Why all this darkness? For light. This is a darkness that foreshadows. It foreshadows a greater darkness by which came the great light.
While there is darkness in Egypt light shines upon God’s people. God makes distinction. In covenant love He has chosen Israel. By this darkness, light is shed. By this darkness, the gospel is proclaimed.
Following this wonder, God again hardens Pharaoh’s heart. Why? For another darkness. A deeper darkness. Why? For greater light. God wanted to crest with the death of the firstborn (Exodus 4:21–23). This would be a darkness that not even His people were immune to. They were not immune, but they were provided a substitute. By this darkness, light is shed. By this darkness, the gospel is proclaimed.
On a dark night the disciples partook of the Passover. Jesus changed the liturgy to speak of His broken body and his spilled blood. During darkness, light is shed. During darkness, the gospel is proclaimed.
The next day the sky turned black as the substitute Lamb’s body was broken, as His blood was poured out to ransom His people. By that darkness, light is. By that darkness, the gospel is.
The ninth plague foreshadows. The light for the shadow casted came from the future, and that light came out of darkness. Three hours of darkness at the cross gave way to three days of darkness in the grave, but the Son rose on Resurrection morn as the Light to unfailing shine upon His people. Darkness for light and light by darkness.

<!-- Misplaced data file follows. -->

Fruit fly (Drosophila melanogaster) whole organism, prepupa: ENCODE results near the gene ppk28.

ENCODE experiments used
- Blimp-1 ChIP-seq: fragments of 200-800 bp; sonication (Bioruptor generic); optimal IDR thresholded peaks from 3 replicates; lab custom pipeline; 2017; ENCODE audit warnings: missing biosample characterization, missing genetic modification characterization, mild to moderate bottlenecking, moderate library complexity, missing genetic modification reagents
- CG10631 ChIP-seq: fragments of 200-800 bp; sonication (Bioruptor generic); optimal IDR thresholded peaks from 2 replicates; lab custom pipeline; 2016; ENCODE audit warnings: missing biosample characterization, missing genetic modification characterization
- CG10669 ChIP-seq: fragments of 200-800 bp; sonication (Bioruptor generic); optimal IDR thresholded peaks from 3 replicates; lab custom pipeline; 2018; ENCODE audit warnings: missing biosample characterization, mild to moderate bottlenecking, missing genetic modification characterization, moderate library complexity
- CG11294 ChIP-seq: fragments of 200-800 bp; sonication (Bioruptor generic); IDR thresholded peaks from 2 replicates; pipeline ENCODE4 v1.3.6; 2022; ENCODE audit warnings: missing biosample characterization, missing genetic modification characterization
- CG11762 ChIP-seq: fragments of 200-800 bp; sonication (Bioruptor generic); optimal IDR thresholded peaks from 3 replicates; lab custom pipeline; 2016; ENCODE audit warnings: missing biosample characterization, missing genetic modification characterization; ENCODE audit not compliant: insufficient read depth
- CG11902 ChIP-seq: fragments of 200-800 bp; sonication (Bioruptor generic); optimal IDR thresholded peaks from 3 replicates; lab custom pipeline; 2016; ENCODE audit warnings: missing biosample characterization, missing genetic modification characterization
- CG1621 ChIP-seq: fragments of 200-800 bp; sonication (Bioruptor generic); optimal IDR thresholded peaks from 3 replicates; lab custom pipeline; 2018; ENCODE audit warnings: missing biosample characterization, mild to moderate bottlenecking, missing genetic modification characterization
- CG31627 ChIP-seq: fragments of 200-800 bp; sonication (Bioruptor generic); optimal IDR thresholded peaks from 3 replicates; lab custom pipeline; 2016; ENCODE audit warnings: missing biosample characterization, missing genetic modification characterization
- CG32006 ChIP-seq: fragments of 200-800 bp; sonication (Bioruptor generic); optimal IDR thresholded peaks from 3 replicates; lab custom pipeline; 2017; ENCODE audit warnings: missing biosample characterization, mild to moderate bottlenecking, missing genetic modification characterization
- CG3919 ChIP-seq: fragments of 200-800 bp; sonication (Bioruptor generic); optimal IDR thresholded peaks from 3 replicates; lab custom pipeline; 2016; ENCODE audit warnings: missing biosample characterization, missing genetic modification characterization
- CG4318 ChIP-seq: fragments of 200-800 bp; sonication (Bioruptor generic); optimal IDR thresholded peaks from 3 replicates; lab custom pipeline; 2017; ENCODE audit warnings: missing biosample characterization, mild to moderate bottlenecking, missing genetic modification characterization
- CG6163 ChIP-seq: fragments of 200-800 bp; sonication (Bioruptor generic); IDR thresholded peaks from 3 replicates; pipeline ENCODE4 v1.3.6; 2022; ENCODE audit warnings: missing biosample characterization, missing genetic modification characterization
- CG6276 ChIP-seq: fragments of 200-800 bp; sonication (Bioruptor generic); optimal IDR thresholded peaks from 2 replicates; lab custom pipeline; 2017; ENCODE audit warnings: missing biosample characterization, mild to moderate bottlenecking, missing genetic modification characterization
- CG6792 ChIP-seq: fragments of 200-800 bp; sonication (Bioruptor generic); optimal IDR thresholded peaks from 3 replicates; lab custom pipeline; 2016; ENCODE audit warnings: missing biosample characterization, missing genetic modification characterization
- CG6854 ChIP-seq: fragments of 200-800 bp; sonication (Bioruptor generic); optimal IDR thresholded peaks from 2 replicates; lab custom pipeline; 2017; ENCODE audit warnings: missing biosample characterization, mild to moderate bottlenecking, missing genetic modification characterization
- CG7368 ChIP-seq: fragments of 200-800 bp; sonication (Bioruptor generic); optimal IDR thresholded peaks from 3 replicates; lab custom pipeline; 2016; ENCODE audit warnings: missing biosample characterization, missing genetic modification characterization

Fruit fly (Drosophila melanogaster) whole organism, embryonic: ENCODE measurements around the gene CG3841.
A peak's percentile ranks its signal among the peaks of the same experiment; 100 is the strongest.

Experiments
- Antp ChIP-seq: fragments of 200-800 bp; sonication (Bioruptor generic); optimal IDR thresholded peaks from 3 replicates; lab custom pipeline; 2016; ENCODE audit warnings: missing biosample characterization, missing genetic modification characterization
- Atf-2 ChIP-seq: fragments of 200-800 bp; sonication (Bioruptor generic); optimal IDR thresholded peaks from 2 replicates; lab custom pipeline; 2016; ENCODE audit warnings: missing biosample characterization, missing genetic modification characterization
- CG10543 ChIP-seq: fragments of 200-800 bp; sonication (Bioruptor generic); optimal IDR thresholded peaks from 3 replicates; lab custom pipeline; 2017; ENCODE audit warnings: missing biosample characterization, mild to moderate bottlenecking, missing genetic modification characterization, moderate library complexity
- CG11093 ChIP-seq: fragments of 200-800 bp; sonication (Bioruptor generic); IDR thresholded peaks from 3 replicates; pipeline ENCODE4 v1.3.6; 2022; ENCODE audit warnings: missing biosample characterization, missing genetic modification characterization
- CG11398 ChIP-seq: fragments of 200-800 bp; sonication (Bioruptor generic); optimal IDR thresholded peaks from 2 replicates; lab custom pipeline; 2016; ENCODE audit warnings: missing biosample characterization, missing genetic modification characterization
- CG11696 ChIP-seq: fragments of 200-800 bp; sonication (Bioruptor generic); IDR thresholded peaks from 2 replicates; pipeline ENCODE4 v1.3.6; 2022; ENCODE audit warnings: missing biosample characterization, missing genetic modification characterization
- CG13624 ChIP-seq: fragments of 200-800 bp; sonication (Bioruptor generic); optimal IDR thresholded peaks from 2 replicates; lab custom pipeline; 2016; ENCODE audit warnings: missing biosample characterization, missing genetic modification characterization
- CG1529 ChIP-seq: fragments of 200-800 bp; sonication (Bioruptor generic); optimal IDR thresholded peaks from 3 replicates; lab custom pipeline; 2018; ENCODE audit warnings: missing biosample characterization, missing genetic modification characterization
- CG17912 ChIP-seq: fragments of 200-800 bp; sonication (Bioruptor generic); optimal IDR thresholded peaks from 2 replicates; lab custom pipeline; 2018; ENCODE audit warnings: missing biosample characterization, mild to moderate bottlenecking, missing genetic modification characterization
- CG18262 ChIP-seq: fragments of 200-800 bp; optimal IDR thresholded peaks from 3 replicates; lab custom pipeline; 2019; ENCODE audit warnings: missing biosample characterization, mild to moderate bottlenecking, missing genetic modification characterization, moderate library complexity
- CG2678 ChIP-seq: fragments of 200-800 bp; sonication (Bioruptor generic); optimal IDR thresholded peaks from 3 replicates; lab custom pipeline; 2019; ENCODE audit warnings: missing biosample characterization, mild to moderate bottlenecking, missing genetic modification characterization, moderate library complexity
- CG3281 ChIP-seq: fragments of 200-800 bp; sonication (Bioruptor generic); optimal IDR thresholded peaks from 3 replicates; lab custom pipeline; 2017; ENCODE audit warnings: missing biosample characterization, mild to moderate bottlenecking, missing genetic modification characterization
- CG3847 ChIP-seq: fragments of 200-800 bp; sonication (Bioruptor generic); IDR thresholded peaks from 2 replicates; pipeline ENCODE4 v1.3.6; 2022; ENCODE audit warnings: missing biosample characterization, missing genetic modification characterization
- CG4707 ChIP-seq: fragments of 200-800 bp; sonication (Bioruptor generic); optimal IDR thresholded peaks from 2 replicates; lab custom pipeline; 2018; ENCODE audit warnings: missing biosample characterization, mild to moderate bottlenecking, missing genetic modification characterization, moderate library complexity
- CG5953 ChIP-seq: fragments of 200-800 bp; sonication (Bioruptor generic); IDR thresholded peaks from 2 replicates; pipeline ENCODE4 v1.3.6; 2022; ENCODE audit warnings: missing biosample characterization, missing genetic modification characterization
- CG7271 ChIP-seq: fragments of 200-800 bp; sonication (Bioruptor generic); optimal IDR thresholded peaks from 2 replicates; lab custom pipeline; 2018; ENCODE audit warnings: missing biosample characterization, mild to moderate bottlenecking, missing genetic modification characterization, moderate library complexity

Perhaps the most masterful thing C.S. Lewis does in his Narnia series is to create a longing in you for Aslan the lion. Aslan is the central figure in the books, yet, notice how sparse his appearances are. You turn each page hoping it to be the one in which he comes into the story, and yet, you know that he is on every page. Every story is his story.
And so it is with our Lord. Mistakingly we can think that theophanies were as thick as June-mosquitoes following heavy May-showers in Oklahoma. They were not. They were more rare than horny toads. The first chapters of Exodus give us a clearer picture. God gives the brave midwives families in chapter one, then He hears the cries of His people in chapter two, but these are things we only know because of the narrator. Israel was ignorant of these things as the events themselves unfolded. But, because of the subtle narration, because of the genealogy, because we’ve read the promises in Genesis, because we’ve recalled the covenant, we see that God has been on every page.
It was God who brought His people down to Egypt according to His word. There they were afflicted as He told Abraham. There God multiplied them and made them into a great nation as He promised Jacob. God’s covenant faithfulness hasn’t failed. Even so, longings have been stirred. Israel, by her bondage cried out for the manifest covenant love of her God. We, by the Spirit’s Lewis-surpassing craft, long for God to manifest Himself. We’ve seen glimpses, and they are glorious, but we hunger for more. So we come to chapter three. We turn the page. There He is! The Holy and Humble one, the great I AM come down to bring His people up. The transcendent God has come down in immanent covenant graciousness to redeem a people out of bondage to a land flowing with milk and honey. Our hearts leap, for this story isn’t limited to one book of the Bible. This is the story of the Bible. This is our story: the holy transcendent God come down in immanent covenant grace to save a people to Himself. May our expectation grow with every turn of a page.